Comparing President Bukele to leaders like Rodrigo Duterte in the Philippines reveals striking similarities in their approaches to governance. Both leaders have adopted aggressive measures to combat crime, often at the expense of civil liberties and human rights. They share a populist leadership style, using strong rhetoric to connect with ordinary citizens and presenting themselves as outsiders challenging the traditional political establishment. Their administrations have faced significant criticism from international human rights organizations for extrajudicial actions and erosion of democratic institutions. Despite these controversies, both Bukele and Duterte have maintained high approval ratings, reflecting a broader trend of populist, tough-on-crime leaders gaining popularity by appealing to public frustrations with crime, corruption, and traditional political systems. This popularity highlights the challenge of balancing effective crime control with the preservation of democratic values and human rights, a challenge that is also evident in other countries like Ecuador and Haiti, where organized crime poses significant threats to state structures. What distinguishes El Salvador from Nicaragua, however, is Bukele's undoubted popularity, which cannot be solely attributed to the populace’s support for state violence against gangs and the narcotics economy. Rather, it suggests a complex interplay of factors, including public desire for security and order in the face of long standing social and economic challenges. This reality is reminiscent of a quote from George Orwell in 1984: “The choice for mankind lay between freedom and happiness, and that, for the great bulk of mankind, happiness was better.” A notable popularity should not take away from the human rights violations being committed in plain sight.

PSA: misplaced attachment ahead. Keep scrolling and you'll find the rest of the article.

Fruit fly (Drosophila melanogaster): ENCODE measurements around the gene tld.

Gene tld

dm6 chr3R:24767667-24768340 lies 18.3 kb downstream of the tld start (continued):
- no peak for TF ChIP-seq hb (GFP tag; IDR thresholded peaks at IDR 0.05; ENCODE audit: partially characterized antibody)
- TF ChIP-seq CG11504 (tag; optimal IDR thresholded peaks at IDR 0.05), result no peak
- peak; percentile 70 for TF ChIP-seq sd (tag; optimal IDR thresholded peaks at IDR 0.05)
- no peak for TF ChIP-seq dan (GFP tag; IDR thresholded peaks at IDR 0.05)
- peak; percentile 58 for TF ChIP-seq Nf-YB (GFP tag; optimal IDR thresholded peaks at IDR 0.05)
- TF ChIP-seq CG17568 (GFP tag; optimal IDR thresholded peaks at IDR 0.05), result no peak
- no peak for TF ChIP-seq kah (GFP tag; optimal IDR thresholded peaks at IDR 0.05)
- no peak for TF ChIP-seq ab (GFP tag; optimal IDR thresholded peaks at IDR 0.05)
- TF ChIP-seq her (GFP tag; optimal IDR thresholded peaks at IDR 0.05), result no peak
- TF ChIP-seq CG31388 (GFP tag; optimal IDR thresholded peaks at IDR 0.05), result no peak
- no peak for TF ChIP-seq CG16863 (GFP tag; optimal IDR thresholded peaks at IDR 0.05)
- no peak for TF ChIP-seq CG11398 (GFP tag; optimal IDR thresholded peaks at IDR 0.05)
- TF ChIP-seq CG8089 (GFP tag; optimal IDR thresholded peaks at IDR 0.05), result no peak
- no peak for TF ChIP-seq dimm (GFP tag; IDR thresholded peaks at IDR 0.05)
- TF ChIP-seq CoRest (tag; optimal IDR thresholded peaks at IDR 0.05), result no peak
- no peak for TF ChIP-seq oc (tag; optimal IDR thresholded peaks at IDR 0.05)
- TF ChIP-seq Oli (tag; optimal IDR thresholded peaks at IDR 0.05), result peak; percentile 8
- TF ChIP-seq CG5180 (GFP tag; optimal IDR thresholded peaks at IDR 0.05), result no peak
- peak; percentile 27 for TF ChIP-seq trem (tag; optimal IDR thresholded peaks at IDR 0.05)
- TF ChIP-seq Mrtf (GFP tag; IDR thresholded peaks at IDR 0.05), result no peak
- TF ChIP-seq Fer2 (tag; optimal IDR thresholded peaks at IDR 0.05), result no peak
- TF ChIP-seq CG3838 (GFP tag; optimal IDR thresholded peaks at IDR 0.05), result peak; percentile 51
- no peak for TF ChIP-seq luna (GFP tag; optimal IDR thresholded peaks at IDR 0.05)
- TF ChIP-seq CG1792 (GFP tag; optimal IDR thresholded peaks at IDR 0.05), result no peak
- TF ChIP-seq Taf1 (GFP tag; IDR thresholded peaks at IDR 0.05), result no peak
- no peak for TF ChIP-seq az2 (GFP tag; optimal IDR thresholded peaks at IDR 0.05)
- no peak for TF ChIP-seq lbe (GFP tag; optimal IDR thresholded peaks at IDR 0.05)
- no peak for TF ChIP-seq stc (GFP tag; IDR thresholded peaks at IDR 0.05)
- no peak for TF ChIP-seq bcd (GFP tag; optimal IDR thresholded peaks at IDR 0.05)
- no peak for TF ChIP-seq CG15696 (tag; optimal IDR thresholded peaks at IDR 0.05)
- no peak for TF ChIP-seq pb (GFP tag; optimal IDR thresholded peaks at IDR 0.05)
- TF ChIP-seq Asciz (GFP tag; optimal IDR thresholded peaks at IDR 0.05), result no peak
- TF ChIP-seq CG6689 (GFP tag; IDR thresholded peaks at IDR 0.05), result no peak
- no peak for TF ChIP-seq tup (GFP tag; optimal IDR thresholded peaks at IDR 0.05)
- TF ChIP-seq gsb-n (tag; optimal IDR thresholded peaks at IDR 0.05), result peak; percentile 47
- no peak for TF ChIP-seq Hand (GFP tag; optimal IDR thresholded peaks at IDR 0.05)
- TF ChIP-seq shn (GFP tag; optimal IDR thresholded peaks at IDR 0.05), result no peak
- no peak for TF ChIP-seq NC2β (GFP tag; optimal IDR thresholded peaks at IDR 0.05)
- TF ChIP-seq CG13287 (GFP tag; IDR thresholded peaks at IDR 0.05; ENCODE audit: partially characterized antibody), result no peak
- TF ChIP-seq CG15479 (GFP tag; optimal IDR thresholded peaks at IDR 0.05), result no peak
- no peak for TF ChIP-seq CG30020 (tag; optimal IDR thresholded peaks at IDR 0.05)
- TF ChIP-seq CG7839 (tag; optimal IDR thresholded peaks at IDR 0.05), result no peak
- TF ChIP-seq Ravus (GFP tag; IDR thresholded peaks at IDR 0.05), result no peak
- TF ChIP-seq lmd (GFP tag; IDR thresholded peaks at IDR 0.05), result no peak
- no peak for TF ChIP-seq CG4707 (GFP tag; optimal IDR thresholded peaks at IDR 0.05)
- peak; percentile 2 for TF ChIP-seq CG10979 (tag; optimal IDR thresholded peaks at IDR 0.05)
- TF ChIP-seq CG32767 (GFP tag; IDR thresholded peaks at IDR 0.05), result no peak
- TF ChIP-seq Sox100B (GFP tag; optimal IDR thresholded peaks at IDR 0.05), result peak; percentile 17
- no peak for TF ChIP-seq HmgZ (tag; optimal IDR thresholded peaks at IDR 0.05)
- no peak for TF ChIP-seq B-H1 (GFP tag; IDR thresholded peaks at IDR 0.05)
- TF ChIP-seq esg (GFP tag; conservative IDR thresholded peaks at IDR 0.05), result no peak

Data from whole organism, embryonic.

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r4 - 30 May 2024 - 11:02:55 - JacobLucero